There is no knowing if she ever read those letters but there is no record she bothered replying.
On March 18, 1974, jet-streams of students set about demonstrating against Indira Gandhi in various parts of Patna. They were cane-charged by the police and then fired upon. Four died, many were injured, the government lay panicked. Curfew was imposed across Bihar. JP called for ‘total revolution’ against Indira. It remains an ill-defined notion to this day, but at that time it was a good enough cue to rebellion. To us that translated as joy; chhutti!, leave from school.
At nine each night, we would run out to the street and begin banging at electricity poles with whatever was handy – pebbles, bricks, pots and ladles smuggled out of kitchens. The clanging that resounded from Patna’s neighbourhoods at the stroke of nine, just as All India Radio began its main news broadcast, was meant to be Indira’s “maut ka ghanta”, her death-knell. By day, we played at protest. We bivouacked under makeshift marquees and painted slogans on sheets torn away from school drawing books. Gali-gali mein machchhar hai, Indira Gandhi khachchar hai; tanashahi nahin chalegi, nahin chalegi nahin chalegi. And such like, barely comprehended imitations of the cry that was getting louder on the real embattlements. Fasting became a popular dare among demonstrator boys — can’t you even give up an afternoon’s meal in the cause of the country? Sisters ran supplies of sherbet, anxious mothers waited for their breaveheart sons to return home at sunset from the anashan, literally shunning food, shelters across the street, feted with garlands and smears of vermillion.
We never heard of Laloo Yadav or of Nitish Kumar during those days. They formed the lead of the protests that had put the locks on our schools and given us the happy run of the street, but those names meant nothing to us. In our imagination we were the apparatchik of a larger battle between larger-than-life protagonists: Indira versus JP, Evil versus Good. She was eating our rights and freedoms away, he had raised a frail finger to prevent her. Before we came to the chapter on Fundamental Rights in the civics class, we had learnt they would often have to be fought for. And in India, disruption of routine is nothing to be deterred by.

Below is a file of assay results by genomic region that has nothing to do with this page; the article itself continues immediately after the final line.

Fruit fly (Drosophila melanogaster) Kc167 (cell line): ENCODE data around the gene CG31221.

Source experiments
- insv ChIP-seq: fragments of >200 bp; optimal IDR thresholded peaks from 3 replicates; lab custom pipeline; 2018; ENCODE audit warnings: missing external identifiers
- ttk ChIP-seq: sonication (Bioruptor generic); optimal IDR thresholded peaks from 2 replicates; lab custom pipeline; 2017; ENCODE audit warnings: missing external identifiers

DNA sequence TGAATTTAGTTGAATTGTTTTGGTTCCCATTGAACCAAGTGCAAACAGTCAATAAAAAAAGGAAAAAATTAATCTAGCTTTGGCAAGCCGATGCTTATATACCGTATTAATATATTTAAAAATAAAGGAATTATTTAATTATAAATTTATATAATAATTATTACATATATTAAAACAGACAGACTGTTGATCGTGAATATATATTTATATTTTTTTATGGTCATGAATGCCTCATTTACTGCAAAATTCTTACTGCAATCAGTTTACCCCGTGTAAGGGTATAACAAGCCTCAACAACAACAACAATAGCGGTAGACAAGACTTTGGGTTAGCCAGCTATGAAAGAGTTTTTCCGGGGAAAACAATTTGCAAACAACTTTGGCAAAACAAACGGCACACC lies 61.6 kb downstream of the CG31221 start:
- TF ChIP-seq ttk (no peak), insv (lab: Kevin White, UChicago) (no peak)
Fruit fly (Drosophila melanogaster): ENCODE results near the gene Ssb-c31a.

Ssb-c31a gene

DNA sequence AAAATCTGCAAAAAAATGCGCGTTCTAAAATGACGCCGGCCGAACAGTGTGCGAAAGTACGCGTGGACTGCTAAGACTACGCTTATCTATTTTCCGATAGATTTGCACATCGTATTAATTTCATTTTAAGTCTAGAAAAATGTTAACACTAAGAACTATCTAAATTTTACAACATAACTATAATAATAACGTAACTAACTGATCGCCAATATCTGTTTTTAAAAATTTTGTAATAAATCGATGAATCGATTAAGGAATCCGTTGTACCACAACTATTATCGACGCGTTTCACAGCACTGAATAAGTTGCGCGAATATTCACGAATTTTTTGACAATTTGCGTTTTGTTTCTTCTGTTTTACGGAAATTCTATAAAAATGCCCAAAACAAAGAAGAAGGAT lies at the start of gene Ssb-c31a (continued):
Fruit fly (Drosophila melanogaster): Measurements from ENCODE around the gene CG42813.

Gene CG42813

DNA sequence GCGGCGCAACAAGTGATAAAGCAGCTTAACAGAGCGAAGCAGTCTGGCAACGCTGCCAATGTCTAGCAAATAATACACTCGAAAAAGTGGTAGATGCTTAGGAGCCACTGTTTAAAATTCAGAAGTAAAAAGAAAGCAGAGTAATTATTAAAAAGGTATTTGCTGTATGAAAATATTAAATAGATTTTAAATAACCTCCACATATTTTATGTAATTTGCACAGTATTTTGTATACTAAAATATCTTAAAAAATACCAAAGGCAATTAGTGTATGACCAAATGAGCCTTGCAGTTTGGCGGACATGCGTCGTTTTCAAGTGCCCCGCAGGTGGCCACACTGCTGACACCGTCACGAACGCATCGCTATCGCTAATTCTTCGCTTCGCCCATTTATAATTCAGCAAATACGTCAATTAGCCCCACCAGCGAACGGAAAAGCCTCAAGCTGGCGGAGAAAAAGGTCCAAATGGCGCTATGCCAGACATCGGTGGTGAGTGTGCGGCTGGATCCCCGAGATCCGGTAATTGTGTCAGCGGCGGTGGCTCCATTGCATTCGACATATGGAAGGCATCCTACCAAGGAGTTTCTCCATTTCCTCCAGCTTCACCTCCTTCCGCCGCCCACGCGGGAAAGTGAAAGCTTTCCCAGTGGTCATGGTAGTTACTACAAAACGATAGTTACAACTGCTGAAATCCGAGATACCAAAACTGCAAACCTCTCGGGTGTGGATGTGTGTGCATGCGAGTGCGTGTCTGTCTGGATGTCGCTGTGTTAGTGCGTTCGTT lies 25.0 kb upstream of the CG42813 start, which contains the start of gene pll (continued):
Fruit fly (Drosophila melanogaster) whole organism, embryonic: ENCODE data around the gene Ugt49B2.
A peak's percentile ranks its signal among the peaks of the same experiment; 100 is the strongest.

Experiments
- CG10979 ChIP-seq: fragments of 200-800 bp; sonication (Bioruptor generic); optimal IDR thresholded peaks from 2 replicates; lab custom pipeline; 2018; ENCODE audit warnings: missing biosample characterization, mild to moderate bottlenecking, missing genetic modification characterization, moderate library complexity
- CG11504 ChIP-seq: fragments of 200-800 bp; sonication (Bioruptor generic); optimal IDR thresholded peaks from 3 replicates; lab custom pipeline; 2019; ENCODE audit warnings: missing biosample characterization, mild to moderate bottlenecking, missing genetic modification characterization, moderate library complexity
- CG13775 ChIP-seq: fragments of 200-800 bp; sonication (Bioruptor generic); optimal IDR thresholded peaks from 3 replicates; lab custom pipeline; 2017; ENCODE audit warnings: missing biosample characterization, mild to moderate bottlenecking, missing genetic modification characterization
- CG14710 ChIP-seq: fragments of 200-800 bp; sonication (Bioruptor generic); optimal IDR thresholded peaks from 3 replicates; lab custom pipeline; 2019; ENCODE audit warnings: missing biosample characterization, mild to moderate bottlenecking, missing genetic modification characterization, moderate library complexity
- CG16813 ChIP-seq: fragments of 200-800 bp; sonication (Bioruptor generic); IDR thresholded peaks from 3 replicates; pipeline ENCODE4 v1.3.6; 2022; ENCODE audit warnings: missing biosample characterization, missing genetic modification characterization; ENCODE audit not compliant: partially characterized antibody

I owe Patna much. I say this even so: Patna is not a nice place to be. Leaving it in my early teens was probably the grandest thing that happened to me. I told Amitava Kumar, writer and fellow Harrisburger, as much in a conversation during the writing of this book. (Harrisburg is an insider alias for Patna. It comes of a taunt that became popular on university campuses in Delhi during the 1980s — Bihari students, arriving in greater numbers from the boondocks, began to be called Harrys. It was meant as pejorative but I suspect it was quickly lost on that purpose because Bihari students were happy to adopt it. It sounded fashionable, even quaintly English: Harry. It stood to reason, forever thereafter, that Patna, the Harrys’ home port, should become Harrisburg.)
Amitava had taken leave of absence from teaching English at Vassar to research a commissioned monograph on Patna. He came to see me at home one morning and we talked mostly about our shared place of birth, although we only first met at university in Delhi. We wondered whether we’d have had much to talk about if one of us had stayed back in Patna and did not reach any conclusions by unspoken consent. We agreed, equally silently, that there came a point in Patna when it began to arrest and restrict, journeying out helped.